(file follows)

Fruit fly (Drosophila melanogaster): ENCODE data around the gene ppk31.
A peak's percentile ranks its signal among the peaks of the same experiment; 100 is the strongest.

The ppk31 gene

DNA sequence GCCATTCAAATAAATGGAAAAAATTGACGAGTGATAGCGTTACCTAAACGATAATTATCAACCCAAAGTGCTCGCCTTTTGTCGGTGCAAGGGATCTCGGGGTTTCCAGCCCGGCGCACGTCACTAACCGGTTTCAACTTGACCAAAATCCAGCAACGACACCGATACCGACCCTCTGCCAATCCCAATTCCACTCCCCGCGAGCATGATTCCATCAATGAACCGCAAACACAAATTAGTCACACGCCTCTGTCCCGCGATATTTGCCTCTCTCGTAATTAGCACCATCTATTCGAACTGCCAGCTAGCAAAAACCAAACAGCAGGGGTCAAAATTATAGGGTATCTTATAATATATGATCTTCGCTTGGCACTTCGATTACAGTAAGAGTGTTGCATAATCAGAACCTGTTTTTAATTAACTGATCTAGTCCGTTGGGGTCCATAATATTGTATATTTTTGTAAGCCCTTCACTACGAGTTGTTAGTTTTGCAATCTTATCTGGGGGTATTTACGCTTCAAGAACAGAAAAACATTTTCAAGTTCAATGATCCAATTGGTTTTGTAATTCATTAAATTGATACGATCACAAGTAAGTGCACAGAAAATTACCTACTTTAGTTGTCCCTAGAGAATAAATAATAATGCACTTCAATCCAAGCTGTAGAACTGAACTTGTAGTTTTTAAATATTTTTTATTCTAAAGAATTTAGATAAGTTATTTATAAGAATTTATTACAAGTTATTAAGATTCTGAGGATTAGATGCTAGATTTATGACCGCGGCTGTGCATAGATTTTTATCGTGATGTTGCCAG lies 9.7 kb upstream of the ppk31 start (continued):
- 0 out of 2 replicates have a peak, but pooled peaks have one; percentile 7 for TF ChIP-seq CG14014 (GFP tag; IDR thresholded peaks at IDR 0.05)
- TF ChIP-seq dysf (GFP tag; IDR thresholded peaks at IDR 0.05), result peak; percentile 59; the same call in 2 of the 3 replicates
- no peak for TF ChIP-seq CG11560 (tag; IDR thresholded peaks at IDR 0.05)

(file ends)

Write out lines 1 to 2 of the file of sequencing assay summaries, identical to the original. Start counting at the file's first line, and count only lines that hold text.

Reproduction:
Fruit fly (Drosophila melanogaster): ENCODE data around the gene ppk31.
A peak's percentile ranks its signal among the peaks of the same experiment; 100 is the strongest.